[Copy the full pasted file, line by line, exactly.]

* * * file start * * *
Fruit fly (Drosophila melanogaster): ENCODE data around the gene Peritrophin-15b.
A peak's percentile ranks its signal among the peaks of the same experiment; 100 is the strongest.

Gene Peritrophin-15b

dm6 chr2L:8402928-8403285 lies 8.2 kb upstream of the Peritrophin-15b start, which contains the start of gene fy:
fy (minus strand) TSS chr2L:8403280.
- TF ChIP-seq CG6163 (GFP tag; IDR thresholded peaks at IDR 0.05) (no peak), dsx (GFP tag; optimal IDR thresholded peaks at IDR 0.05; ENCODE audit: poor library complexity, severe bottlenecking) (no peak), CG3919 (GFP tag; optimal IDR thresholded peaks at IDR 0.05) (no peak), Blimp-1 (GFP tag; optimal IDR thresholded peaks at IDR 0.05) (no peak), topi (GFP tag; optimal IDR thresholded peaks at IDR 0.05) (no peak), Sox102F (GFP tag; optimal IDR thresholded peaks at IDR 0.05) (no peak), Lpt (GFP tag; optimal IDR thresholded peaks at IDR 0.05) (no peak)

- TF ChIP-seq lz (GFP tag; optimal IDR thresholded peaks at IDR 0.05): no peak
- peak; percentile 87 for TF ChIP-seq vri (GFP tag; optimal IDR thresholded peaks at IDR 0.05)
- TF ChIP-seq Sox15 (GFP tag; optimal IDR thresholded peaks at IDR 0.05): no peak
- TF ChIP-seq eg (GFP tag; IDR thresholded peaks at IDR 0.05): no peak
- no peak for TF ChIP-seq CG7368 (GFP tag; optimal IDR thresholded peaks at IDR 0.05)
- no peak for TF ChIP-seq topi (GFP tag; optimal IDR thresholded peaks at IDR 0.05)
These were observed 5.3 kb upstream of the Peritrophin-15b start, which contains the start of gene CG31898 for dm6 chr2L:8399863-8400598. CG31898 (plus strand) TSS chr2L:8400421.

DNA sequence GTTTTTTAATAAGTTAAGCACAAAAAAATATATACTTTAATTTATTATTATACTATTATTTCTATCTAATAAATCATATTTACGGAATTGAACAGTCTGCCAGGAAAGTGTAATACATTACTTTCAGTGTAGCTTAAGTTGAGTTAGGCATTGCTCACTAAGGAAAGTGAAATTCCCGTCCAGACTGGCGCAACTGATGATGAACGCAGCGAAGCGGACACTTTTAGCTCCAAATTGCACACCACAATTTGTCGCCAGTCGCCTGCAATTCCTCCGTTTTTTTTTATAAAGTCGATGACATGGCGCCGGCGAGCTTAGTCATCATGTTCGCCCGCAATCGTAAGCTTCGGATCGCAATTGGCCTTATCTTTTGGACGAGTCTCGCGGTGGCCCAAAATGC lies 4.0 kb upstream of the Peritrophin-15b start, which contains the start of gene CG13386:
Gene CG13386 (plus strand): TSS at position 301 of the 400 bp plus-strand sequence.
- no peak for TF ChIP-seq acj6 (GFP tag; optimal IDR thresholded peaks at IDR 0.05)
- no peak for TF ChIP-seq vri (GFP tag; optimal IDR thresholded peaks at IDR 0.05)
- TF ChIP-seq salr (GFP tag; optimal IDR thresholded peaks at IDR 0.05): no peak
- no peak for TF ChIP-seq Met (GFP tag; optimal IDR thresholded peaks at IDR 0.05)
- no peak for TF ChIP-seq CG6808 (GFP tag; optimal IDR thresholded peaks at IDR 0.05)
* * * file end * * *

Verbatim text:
Fruit fly (Drosophila melanogaster): ENCODE data around the gene Peritrophin-15b.
A peak's percentile ranks its signal among the peaks of the same experiment; 100 is the strongest.

Gene Peritrophin-15b

dm6 chr2L:8402928-8403285 lies 8.2 kb upstream of the Peritrophin-15b start, which contains the start of gene fy:
fy (minus strand) TSS chr2L:8403280.
- TF ChIP-seq CG6163 (GFP tag; IDR thresholded peaks at IDR 0.05) (no peak), dsx (GFP tag; optimal IDR thresholded peaks at IDR 0.05; ENCODE audit: poor library complexity, severe bottlenecking) (no peak), CG3919 (GFP tag; optimal IDR thresholded peaks at IDR 0.05) (no peak), Blimp-1 (GFP tag; optimal IDR thresholded peaks at IDR 0.05) (no peak), topi (GFP tag; optimal IDR thresholded peaks at IDR 0.05) (no peak), Sox102F (GFP tag; optimal IDR thresholded peaks at IDR 0.05) (no peak), Lpt (GFP tag; optimal IDR thresholded peaks at IDR 0.05) (no peak)

- TF ChIP-seq lz (GFP tag; optimal IDR thresholded peaks at IDR 0.05): no peak
- peak; percentile 87 for TF ChIP-seq vri (GFP tag; optimal IDR thresholded peaks at IDR 0.05)
- TF ChIP-seq Sox15 (GFP tag; optimal IDR thresholded peaks at IDR 0.05): no peak
- TF ChIP-seq eg (GFP tag; IDR thresholded peaks at IDR 0.05): no peak
- no peak for TF ChIP-seq CG7368 (GFP tag; optimal IDR thresholded peaks at IDR 0.05)
- no peak for TF ChIP-seq topi (GFP tag; optimal IDR thresholded peaks at IDR 0.05)
These were observed 5.3 kb upstream of the Peritrophin-15b start, which contains the start of gene CG31898 for dm6 chr2L:8399863-8400598. CG31898 (plus strand) TSS chr2L:8400421.

DNA sequence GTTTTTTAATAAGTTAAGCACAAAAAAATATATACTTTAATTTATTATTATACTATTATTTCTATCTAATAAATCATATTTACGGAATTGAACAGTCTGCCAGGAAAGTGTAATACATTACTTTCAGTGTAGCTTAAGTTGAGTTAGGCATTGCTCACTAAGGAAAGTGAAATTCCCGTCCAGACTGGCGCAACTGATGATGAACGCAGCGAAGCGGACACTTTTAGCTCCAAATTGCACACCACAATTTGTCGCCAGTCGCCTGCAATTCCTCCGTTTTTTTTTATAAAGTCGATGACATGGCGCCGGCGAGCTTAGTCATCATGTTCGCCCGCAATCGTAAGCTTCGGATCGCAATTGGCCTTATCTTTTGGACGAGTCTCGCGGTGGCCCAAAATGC lies 4.0 kb upstream of the Peritrophin-15b start, which contains the start of gene CG13386:
Gene CG13386 (plus strand): TSS at position 301 of the 400 bp plus-strand sequence.
- no peak for TF ChIP-seq acj6 (GFP tag; optimal IDR thresholded peaks at IDR 0.05)
- no peak for TF ChIP-seq vri (GFP tag; optimal IDR thresholded peaks at IDR 0.05)
- TF ChIP-seq salr (GFP tag; optimal IDR thresholded peaks at IDR 0.05): no peak
- no peak for TF ChIP-seq Met (GFP tag; optimal IDR thresholded peaks at IDR 0.05)
- no peak for TF ChIP-seq CG6808 (GFP tag; optimal IDR thresholded peaks at IDR 0.05)